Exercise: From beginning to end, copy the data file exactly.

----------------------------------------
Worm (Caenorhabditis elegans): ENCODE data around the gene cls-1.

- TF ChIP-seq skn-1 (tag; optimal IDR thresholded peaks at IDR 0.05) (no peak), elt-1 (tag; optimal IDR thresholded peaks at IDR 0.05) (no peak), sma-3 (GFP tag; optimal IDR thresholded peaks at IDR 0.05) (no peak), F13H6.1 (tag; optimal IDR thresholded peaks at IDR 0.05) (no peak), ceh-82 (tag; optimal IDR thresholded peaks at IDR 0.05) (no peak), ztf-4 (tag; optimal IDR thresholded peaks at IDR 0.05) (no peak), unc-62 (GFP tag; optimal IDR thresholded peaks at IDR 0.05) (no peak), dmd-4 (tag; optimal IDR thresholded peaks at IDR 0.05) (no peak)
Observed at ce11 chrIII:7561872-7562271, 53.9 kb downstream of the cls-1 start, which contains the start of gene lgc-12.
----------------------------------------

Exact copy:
Worm (Caenorhabditis elegans): ENCODE data around the gene cls-1.

- TF ChIP-seq skn-1 (tag; optimal IDR thresholded peaks at IDR 0.05) (no peak), elt-1 (tag; optimal IDR thresholded peaks at IDR 0.05) (no peak), sma-3 (GFP tag; optimal IDR thresholded peaks at IDR 0.05) (no peak), F13H6.1 (tag; optimal IDR thresholded peaks at IDR 0.05) (no peak), ceh-82 (tag; optimal IDR thresholded peaks at IDR 0.05) (no peak), ztf-4 (tag; optimal IDR thresholded peaks at IDR 0.05) (no peak), unc-62 (GFP tag; optimal IDR thresholded peaks at IDR 0.05) (no peak), dmd-4 (tag; optimal IDR thresholded peaks at IDR 0.05) (no peak)
Observed at ce11 chrIII:7561872-7562271, 53.9 kb downstream of the cls-1 start, which contains the start of gene lgc-12.